Am genuinely interest in your response, cheers.

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I guess prices would be stable by now if it weren't for BTL. First time buyers are on strike, or perhaps it's fairer to say they've been locked out- numbers halved in the past decade.

Face it- increased home ownership is a thing of the past, renting from the state is still in decline, private renting on the increase, albeit at not that bad rents these days.

Not a problem for some ,but when you're in your 30's and want to have kids etc, you have a right to be unhappy if you can't afford a decent house. So, vote for a government that will build you a nice, cheap, subsidised house for rent- like the one your parents bought for a song from Thatcher.

Maybe Broon will make this a policy and we'll be into a 1950's style competition of which government can build the most social housing.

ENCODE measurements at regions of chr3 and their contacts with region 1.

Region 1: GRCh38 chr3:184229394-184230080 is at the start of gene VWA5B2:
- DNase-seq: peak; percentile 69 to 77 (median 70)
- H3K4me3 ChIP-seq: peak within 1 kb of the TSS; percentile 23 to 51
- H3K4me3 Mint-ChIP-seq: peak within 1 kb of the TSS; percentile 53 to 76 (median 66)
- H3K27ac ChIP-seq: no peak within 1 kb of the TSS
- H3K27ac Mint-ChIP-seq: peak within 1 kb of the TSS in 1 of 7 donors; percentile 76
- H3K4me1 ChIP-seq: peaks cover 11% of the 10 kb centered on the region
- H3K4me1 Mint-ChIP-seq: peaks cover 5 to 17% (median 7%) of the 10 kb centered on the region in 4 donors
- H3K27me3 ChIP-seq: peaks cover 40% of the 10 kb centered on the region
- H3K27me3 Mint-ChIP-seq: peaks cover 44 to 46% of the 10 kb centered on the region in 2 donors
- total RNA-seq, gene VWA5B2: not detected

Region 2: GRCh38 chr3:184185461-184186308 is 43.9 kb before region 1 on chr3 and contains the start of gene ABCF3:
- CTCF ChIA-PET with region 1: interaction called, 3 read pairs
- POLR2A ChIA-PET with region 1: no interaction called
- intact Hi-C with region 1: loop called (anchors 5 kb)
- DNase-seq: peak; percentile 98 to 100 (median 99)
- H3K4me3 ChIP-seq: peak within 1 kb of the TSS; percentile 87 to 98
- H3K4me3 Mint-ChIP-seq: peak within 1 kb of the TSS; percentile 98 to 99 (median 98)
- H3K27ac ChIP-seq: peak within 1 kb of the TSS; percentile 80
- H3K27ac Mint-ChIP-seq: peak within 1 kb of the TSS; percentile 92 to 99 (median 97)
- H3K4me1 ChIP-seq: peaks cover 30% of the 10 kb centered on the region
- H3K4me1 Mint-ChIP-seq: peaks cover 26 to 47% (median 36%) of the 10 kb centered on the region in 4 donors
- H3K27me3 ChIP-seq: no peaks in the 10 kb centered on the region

Then again, maybe not.....

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Would you buy at today's prices given the (mis)information you have heard so far?

If I wanted to make a quick buck and was prepared to take a risk (there is always a risk involved when investing big sums of money to make big profits), then I would look to buy a property in London in poor condition, do it up and sell it. If I can turn this around in 6 months the odds are that I will make money - not only due to the fact that the market is rising rapidly, but also the state of the improved state of the property would net me a bigger sale price. In London, at least, HPI has plenty of steam left in it.

If I wanted to buy a home to live in and was putting my life on hold for a crash, I would buy now as it just isnt worth wasting all those years hoping for something that may not happen.

If I wanted to invest long term (BTL perhaps), then I would not buy now; even in London.